It’s time to shop for a new ride, and the local dealership has one you really like. Regardless of whether it’s used or new, to get a closer look, you’ll most likely want to visit the dealership to see it. If you’ve never visited a dealership (or even if you have), there are some things you should know up front about what’s going to happen. Although every car dealership is different, there are some themes that are familiar to most.
Who to Expect at a Car Dealership
Shop Around and Contact a Dealer
Shop for vehicles that fit your needs and contact a dealership online first
Before speaking with anyone at the dealership face to face, it’s best to prepare. Having a specific vehicle in mind makes the car buying process more straightforward, allowing you to focus on negotiations once you arrive at the dealership. This will also give you a better idea of the price range for the type of vehicle you want, which will be helpful when planning financing.
Online platforms like CarGurus allow you to search for vehicles in your area, so you’ll know what’s available before stepping on a dealer lot. If you’re shopping for a used vehicle, look up a vehicle history report to ensure the car’s condition matches the way it’s described by the dealer. Once you’ve found the right car, contact the dealership online to let them know you are interested.
Another time-saver you can do before visiting the dealership is to get pre-approved for a car loan. This is a relatively easy process that won’t affect your credit score (speaking of which, a check of your credit report is also a good idea). Shop around with multiple lenders to compare financing options and get offers from lenders. You can then take those offers to the dealership to use if the loan terms offered by the salesperson aren’t favorable. That way you’re reliant on financing from the dealership.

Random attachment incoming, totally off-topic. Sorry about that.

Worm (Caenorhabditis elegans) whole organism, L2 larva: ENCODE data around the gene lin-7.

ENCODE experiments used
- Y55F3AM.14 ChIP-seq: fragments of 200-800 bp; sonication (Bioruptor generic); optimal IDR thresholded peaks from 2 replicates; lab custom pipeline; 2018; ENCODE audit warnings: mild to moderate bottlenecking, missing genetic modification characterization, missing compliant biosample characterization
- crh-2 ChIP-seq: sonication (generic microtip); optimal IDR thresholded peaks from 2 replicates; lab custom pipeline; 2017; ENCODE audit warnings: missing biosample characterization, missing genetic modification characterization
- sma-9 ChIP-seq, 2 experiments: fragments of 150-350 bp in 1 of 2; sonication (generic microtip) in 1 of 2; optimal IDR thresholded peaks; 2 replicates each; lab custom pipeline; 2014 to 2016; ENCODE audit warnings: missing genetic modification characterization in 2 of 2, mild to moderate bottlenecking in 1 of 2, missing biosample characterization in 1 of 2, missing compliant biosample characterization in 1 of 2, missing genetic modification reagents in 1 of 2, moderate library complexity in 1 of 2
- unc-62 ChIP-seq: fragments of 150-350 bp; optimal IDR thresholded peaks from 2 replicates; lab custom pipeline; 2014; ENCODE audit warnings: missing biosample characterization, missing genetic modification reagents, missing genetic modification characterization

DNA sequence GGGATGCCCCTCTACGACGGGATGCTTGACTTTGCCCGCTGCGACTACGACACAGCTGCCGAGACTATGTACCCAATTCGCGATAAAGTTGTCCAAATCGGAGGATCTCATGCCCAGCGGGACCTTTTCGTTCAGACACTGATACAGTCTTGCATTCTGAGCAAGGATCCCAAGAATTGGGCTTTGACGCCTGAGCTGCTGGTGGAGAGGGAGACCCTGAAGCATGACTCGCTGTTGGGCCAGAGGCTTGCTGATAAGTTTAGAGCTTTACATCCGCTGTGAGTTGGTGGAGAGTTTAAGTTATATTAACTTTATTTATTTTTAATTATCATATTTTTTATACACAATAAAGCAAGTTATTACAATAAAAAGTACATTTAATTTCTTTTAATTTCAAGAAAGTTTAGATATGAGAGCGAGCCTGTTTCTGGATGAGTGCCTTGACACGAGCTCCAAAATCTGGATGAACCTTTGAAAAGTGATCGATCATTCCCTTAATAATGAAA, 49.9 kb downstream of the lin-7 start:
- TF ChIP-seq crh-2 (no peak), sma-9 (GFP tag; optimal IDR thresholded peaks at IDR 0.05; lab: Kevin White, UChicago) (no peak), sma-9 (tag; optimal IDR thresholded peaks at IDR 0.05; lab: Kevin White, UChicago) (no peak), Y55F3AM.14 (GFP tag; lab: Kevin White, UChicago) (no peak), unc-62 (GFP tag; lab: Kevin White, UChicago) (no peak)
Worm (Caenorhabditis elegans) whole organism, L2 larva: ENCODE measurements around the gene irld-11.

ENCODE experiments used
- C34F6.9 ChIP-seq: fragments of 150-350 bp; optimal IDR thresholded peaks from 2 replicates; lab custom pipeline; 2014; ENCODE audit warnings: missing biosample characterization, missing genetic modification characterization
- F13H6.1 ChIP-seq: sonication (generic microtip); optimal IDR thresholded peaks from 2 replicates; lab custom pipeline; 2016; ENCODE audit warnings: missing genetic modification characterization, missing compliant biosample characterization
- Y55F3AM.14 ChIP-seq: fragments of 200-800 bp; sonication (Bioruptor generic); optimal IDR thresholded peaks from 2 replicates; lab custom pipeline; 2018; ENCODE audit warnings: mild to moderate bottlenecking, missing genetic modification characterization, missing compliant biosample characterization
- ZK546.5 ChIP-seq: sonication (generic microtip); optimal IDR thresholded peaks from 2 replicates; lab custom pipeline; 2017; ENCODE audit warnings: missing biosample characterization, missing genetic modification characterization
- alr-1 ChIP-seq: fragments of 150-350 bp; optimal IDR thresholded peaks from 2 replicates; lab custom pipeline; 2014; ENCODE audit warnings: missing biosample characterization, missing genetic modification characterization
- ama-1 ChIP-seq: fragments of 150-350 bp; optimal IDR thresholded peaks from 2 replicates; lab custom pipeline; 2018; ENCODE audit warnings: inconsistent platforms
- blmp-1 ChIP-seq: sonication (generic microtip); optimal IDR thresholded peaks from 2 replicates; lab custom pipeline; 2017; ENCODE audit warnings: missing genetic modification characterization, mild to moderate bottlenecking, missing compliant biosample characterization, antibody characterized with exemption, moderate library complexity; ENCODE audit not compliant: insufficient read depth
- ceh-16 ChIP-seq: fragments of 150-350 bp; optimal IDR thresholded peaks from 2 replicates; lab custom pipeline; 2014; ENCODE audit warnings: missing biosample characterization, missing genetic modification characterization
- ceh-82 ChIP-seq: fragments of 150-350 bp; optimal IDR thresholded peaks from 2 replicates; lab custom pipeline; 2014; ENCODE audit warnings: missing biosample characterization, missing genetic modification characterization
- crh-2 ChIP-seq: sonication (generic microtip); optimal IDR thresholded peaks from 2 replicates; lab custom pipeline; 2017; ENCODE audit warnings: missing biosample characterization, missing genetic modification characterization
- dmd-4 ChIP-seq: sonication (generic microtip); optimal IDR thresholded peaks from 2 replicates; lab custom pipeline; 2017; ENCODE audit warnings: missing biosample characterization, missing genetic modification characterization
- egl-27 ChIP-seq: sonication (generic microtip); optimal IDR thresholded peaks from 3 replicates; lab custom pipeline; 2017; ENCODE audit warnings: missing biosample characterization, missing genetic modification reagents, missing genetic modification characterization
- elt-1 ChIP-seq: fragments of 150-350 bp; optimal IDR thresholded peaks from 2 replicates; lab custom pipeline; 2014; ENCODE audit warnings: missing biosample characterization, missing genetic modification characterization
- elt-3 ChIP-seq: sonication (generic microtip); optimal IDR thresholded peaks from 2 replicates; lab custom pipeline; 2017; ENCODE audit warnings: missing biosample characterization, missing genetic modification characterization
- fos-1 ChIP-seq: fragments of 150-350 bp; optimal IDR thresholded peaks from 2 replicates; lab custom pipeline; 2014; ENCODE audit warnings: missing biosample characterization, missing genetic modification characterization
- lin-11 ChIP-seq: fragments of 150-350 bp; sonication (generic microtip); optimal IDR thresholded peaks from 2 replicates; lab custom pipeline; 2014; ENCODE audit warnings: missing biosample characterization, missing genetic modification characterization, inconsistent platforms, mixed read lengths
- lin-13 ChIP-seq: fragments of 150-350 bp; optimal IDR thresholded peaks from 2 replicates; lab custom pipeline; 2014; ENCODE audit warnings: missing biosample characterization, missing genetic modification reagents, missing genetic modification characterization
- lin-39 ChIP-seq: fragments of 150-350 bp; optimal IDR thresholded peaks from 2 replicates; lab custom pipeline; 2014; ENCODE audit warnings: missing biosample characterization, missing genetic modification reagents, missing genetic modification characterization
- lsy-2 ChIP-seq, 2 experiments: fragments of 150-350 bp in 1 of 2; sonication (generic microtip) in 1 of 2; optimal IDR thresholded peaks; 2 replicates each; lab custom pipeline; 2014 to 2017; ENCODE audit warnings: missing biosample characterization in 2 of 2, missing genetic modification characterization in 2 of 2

Make an appointment
After doing your research, it’s time to make an appointment with the dealership. Remember that negotiations can take a long time, and you’ll want to budget time for a test drive as well, so be sure to choose a day and time with plenty of padding in your schedule. You don’t want to feel rushed.
Be Prepared for Multiple Negotiations
When you buy a vehicle at a dealership, chances are good that you'll be talking to at least two different employees. From the salesperson to the finance and insurance office, car dealerships employ lots of people to do lots of different jobs. Let's run through the cast and explain what each person is responsible for in the car-sales process.
If you called on the phone before your visit, the salesperson probably encouraged you to ask for them by name when you visit the dealership. Car salespeople often work on commission—meaning they get a percentage of the sales price. It could be a straight percentage, or it could be part of a bonus plan, but the point is, if they talked to you on the phone they will want to start to get to know you, and ultimately ensure you end up in the right car and with the right deal.